Guest post by Uta Frith.

For some time I have been intending to write a post about Jorge Luis Borges as a writer who inspired my work, but I never got round to it. Now, our One Culture festival on 1-2 October has suddenly made clear to me that I must write this piece now. My choice is after all a striking illustration of the idea of One Culture, the writer Jorge Luis Borges.

Why Borges? This is not just an afterthought to suit the One Culture theme, but I quoted one Borges’ stories in my PhD thesis, “Funes the Memorius”. Funes was the name of a remarkable and tragic figure, who had supernaturally accurate memory. This story touched me at a critical phase when I was first trying to interpret the enigmatic features of autism.

Here is the context. At the time I saw classically autistic children who showed a particularly intriguing symptom, ‘echolalia’, that is, echoing of speech. They were incredibly good at repeating back what was said to them. Intriguingly, when asked to repeat words arranged in meaningful phrases they did not do that much better than when they words were random strings. For all other children this makes an enormous difference: they recall far more words when they are presented in meaningful phrases (Hermelin & O’Connor, 1967; Aurnhammer-Frith, 1969).

Here is an excerpt from my PhD thesis (London University, 1968, p. 29-33), typed of course by hand:

“Since the nervous system is limited in its capacity to discriminate and store all the possible stimuli appearing in the environment, some mechanisms must be postulate for the reduction of input[…] [A]technique is to condense or to categorize…this presumably involves the induction of rules enabling the organism to pick out the important aspects of the input.”

 […]“The intimate relation between information reduction and the formation of rules, concepts, ideas etc is made plain when systems with no information reduction are considered. Borges (1945) in his ‘Funes the Memorius” describes a hypothetical young man who as a result of an accident had infallible and infinite perception and memory[…] He was almost incapable of general platonic ideas. It was not only difficult for him to understand that the generic term dog embraced so many unlike specimens of differing sizes and differing forms; he was disturbed by the fact that a dog at three fourteen (seen in profile) should have the same name as the dog at three fifteen (seen from the front). His own face in the mirror, his own hands, surprised him on every occasion.”

Many people I know have been moved by Borges’ writings. They touch on science fiction, history, legend, archaeology, and here on neuropsychology. But there was something extraordinarily important for me in this story: it was true. Such cases with superior memory had occasionally been described before. However, Borges revealed a dark side of this talent. Being able to remember every single detail, minute by minute, may prevent you from getting the bigger picture.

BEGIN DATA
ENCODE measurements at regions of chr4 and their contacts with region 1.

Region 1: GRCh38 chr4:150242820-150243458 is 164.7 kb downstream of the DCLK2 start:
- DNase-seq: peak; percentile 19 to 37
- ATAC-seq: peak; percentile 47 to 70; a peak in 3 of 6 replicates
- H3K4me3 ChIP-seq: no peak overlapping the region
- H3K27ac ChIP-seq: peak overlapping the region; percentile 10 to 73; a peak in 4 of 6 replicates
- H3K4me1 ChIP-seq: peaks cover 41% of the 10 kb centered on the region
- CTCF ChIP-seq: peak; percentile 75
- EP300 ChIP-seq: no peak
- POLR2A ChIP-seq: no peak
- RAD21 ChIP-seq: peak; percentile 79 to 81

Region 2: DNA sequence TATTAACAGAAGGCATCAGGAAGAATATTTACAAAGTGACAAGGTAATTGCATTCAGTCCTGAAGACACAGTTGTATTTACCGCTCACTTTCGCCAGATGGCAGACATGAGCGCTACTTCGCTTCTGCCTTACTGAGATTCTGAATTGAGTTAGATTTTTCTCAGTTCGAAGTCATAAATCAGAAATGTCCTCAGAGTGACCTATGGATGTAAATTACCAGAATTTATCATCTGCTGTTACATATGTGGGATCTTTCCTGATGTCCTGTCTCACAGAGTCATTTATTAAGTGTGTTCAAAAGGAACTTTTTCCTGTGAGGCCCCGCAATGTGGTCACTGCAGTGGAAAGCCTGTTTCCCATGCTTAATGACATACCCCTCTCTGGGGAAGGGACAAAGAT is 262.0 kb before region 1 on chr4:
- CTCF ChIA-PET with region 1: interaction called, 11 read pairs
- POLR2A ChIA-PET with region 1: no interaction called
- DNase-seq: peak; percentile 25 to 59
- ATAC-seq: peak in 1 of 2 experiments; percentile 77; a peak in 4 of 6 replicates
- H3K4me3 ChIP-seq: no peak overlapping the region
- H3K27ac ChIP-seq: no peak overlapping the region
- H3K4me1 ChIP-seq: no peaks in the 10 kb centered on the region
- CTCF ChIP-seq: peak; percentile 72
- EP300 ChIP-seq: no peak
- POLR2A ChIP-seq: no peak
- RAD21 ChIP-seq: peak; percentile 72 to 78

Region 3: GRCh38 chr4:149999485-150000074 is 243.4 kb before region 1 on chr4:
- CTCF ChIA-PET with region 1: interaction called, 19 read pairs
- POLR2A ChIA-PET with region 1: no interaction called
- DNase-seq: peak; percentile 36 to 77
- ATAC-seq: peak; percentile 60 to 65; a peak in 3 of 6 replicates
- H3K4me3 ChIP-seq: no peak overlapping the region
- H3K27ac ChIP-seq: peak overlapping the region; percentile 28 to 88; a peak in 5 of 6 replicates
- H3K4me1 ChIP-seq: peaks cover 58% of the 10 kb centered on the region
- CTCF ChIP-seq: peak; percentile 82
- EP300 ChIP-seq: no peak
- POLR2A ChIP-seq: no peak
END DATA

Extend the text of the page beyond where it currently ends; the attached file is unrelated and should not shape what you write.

Also in my PhD thesis I referred to a case study by the great Russian neuropsychologist Aleksander Romanovich Luria. He described in detail his investigation of a memory expert who did quite closely resemble the fictional Funes. He also seemed to me to have distinctly autistic traits. I doubt that Borges ever knew of this parallel case, and I doubt that Luria knew of the Borges story. This is what makes both these accounts, the fictional and the scientific, so very clearly a case of the One Culture principle.

Portrait photograph of Uta Frith

It is probably no coincidence that Borges inspired my work in my twenties. It is startling to me to realize how different I looked at that age. These years were for me a time of tremendous excitement, discovery, change and inspiration. Before then I had no idea what I would like to do or even who I would like to be. I dreamt of being a writer, a gardener, a linguist, a doctor, an archaeologist and so on. Everything fell into place when I moved from provincial Germany to metropolitan London. My future husband, Chris, introduced me to Borges, an introduction to a new and unexpected world on the very border of literature and scientific writing, and I felt it was tailor made for me.

I was only just then learning to write up psychological experiments in a ‘scientific style’, and yet I continued to love the ‘romantic style’ as exemplified in some of my favourite German authors, such as Goethe and E.T.A. Hoffmann. These authors too touched on scientific questions but exemplified the awesome and wondrous in science, rather than the cool and rational. I am glad to say that I came to prefer the cool! It seemed to me that Borges was a virtuoso who played with such different and cool modes in his stories that they became for me a fresh and plentiful source of inspiration. The collection ‘Labyrinths’ seemed to me to dance on the border between two complementary stances and made each of them throw some new richer colour onto the other. Imagine writing fiction as if it were a scientific account, footnotes, references and all, Imagine, writing up empirically based research as if it were a suspenseful narrative. I have been seeking this kind of cross-over, but have never achieved it myself.

Professor Uta Frith FRS is Emeritus Professor at University College London and a Research Foundation Professor at the University of Aarhus. 

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